Tuesday, September 09, 2008

Kim Jong-Il: Dead or Alive?

I'm swapping out my skeptic hat for my political scientist one to bring up an interesting note from North Korea: Kim Jong-Il didn't make an appearance at the big Founder's Day military parade today. In fact, he hasn't been around for a couple of weeks now. Why's that important? Well, Kim Jong-Il has been the "dear leader" of North Korea ever since his daddy kicked in 1994, and since he's the head of basically every state apparatus he usually doesn't keep a low profile. Missing the gigantic military parade on his country's equivalent of Independence Day is totally unlike him.

So what does that mean?


Kim Jong-Il, shown here trying to eat an entire pack of Shock Tarts at once.


Well, the U.S. intelligence community is currently pursuing rumors that Kim Jong-Il has had some kind of catastrophic health event, possibly a stroke, at some point in the last few weeks. It may even be the case that he is no longer functionally in control of the government - Anyone who follows international politics will no doubt have noticed that North Korea recently reversed itself on the dismantling of the Yongbyon nuclear reactor. Given that North Korea's military higher-ups were generally opposed to the six-party talks about North Korea's nuclear disarmament*, there's a fair amount of circumstantial evidence to suggest that perhaps Kim Jong-Il is out of action and some of his generals are at least temporarily running the show. (This is somewhat bolstered by the fact that his two eldest sons are apparently utter smacktards. Since the People's Army is the most powerful political entity in the country, if Kim Jong-Il's successor isn't family, it will almost certainly be someone within the armed forces.)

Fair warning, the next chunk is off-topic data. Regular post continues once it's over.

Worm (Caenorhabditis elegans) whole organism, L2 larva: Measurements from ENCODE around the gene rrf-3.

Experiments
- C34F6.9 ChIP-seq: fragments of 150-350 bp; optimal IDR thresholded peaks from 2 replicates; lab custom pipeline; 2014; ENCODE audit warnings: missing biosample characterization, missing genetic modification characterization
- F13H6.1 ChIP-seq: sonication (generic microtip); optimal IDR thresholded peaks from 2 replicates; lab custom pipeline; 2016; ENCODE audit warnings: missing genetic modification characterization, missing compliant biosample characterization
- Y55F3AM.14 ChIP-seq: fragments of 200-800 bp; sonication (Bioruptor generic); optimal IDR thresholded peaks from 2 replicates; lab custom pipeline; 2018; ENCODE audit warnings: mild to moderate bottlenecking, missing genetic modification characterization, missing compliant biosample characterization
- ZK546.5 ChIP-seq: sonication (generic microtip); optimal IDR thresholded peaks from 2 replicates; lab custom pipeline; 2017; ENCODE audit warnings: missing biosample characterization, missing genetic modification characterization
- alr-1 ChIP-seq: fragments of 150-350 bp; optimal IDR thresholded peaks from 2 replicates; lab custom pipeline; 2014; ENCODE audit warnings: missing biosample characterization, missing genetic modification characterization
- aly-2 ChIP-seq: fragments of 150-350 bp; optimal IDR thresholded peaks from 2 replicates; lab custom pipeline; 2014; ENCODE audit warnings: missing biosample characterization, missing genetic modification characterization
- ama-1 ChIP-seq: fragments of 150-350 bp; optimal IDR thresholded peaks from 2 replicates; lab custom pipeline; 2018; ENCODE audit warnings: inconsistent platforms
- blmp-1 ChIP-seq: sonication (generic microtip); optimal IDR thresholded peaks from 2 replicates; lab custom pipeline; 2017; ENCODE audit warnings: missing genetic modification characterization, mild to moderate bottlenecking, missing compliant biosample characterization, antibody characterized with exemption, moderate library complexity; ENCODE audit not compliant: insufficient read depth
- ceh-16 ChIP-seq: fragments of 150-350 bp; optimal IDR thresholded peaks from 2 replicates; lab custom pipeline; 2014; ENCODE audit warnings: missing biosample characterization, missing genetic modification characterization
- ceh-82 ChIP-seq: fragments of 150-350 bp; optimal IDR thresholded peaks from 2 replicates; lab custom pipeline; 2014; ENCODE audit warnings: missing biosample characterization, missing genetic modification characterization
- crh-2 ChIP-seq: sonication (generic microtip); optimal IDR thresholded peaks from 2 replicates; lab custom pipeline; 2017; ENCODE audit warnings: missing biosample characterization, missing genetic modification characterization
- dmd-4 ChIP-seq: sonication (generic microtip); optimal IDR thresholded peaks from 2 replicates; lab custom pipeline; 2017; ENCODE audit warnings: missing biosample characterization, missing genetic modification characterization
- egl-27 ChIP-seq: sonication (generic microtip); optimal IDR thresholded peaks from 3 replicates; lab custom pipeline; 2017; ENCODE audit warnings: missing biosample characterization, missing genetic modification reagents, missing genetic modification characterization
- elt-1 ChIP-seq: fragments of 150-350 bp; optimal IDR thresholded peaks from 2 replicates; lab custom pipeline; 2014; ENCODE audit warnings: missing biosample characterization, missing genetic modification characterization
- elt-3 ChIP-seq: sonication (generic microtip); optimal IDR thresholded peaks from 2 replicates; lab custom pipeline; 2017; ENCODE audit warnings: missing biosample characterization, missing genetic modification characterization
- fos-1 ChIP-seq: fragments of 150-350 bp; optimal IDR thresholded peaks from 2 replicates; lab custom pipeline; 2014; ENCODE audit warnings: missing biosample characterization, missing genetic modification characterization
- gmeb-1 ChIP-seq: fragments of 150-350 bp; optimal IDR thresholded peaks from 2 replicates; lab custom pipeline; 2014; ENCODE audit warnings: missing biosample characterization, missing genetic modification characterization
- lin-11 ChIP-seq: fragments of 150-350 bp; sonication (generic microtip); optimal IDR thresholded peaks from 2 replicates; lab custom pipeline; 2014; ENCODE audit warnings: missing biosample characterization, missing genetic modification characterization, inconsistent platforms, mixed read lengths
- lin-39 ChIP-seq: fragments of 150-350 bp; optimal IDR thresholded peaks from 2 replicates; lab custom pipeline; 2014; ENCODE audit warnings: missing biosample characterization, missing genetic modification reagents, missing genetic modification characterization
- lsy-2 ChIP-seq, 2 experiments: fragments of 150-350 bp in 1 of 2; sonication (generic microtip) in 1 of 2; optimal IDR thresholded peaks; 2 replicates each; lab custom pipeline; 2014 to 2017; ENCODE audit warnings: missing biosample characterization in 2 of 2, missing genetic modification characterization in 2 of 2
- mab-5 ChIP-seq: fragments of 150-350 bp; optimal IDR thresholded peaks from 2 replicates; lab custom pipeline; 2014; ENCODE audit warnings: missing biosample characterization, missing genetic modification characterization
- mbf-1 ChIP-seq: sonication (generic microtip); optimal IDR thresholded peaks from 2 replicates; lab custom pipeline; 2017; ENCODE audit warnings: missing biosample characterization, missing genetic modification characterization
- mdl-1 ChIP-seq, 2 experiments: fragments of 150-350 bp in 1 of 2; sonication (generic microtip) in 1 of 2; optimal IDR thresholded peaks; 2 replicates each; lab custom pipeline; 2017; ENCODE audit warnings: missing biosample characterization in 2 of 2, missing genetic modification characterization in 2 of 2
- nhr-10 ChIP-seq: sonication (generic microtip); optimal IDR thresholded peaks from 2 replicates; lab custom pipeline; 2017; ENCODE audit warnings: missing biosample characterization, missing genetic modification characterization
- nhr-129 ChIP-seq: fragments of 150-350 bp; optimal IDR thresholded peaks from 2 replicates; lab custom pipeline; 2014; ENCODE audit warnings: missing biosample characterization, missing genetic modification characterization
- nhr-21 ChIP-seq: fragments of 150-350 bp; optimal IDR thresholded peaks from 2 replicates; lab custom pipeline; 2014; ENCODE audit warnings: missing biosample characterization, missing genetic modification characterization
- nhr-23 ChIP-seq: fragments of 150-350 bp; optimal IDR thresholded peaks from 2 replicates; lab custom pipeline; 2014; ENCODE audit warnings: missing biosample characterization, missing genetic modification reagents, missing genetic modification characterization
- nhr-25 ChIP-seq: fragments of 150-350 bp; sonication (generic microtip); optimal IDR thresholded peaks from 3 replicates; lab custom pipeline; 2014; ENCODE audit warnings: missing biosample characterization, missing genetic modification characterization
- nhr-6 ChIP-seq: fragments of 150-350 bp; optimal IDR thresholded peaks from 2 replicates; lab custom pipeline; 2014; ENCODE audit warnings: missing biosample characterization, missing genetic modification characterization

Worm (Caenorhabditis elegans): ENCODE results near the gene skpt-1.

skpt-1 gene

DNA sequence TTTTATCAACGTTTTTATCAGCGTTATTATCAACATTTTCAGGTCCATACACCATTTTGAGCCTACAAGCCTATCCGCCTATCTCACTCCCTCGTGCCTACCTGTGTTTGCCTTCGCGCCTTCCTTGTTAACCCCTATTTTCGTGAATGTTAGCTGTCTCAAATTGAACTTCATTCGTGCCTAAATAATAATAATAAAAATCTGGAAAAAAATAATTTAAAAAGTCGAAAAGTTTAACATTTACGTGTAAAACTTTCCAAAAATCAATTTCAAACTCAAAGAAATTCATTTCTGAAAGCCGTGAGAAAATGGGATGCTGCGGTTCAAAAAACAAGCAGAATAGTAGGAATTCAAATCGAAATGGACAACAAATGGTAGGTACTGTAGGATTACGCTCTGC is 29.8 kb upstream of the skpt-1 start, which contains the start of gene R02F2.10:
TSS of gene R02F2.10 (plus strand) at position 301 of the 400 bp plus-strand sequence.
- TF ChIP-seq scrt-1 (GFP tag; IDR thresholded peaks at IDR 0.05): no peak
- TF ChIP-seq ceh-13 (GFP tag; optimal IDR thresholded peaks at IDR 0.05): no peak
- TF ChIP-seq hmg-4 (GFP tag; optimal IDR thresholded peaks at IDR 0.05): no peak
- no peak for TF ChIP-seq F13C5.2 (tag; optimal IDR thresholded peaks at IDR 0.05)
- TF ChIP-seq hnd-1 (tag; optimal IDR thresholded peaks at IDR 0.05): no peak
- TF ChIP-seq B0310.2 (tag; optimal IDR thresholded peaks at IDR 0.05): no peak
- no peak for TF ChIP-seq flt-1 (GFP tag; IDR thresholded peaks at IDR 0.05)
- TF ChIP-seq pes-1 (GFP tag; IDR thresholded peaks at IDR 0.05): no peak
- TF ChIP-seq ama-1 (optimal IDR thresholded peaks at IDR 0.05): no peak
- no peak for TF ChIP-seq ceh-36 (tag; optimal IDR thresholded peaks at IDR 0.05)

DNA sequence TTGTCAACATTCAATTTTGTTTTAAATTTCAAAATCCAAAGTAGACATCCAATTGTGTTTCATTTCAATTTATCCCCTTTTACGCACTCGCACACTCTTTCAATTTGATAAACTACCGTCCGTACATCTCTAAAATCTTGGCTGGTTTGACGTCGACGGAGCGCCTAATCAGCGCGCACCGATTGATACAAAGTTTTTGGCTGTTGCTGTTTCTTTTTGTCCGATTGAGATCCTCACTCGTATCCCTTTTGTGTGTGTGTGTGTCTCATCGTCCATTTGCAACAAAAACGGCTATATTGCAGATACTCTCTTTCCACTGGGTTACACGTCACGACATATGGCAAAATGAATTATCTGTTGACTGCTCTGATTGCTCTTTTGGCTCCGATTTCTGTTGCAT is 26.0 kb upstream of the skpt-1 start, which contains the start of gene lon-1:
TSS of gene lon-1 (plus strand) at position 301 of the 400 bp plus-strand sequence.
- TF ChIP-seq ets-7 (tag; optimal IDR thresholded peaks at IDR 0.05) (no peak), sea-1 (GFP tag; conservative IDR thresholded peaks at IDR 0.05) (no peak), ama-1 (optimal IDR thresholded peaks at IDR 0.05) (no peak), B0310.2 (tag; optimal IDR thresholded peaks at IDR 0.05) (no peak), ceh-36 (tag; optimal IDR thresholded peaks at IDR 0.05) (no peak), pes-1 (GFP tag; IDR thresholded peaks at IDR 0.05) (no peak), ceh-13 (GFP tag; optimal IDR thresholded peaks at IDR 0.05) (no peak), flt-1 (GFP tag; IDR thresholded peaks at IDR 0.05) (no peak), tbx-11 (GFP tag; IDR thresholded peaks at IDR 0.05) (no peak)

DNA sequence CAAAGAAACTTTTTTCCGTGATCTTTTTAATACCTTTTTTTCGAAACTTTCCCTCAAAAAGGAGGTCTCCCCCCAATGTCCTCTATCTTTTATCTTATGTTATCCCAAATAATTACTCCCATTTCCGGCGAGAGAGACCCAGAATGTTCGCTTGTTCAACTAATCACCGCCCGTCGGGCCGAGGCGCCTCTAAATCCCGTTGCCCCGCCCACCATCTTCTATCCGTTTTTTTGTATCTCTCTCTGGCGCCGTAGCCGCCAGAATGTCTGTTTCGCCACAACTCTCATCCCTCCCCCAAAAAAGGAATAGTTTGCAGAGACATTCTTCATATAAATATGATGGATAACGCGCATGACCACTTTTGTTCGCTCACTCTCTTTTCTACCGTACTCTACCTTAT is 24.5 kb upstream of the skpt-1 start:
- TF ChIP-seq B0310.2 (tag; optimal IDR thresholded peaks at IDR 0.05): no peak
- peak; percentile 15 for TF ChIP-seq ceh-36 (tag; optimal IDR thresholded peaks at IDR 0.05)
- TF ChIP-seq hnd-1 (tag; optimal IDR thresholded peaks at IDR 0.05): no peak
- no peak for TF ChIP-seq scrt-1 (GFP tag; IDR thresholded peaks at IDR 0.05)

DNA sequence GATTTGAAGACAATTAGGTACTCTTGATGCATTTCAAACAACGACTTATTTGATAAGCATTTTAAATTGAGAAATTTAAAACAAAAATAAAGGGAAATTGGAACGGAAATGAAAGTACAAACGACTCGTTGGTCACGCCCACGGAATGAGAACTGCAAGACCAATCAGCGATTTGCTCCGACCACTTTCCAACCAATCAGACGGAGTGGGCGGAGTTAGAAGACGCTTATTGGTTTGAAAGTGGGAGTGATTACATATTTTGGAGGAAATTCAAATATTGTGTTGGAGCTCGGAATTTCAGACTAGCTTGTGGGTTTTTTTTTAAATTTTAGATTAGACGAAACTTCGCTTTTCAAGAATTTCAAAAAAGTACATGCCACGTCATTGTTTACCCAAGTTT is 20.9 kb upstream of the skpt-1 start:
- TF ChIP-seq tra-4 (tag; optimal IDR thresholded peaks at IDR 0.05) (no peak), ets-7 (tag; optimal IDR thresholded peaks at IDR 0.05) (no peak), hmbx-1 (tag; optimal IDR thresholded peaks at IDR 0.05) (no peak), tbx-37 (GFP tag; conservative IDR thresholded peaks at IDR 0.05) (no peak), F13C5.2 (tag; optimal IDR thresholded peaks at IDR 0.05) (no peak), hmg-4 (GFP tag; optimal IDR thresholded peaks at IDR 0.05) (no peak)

This is an interesting and potentially troubling situation, since if Kim Jong-Il is really dead or dying, the power vacuum caused by his passing could cause a struggle for control within the People's Army that could potentially destabilize the state. Not only would such a situation have adverse effects on both South Korea and China (mostly in the form of a potential tide of refugees), but it could also mean that North Korea's nuclear resources might very literally be up for grabs.

Keep watching the news on this one, folks. Something important may be happening.

*Some North Korean History Cliff Notes: North Korea's economy sucked to begin with and was utterly devastated by a series of natural disasters in the 1990s that left the country unable to support itself. China has spent the last couple of decades propping up the regime as, essentially, a buffer state between themselves and the U.S. forces in South Korea (and because a mass migration of North Koreans into China in the event of the collapse of the North Korean state would be a pain in the ass for the Chinese) but has increasingly come to view that arrangement as something of an albatross. There's some talk among international observers that North Korea's pursuit of nuclear weapons may have been something along the lines of an attempt to bully food aid out of other countries - Basically a weird attempt at backhanded begging while still salvaging national pride. It is apparently the case that certain honchos in the People's Army are unable with this arrangement and have been pushing for a more legitimately hawkish approach to be taken.

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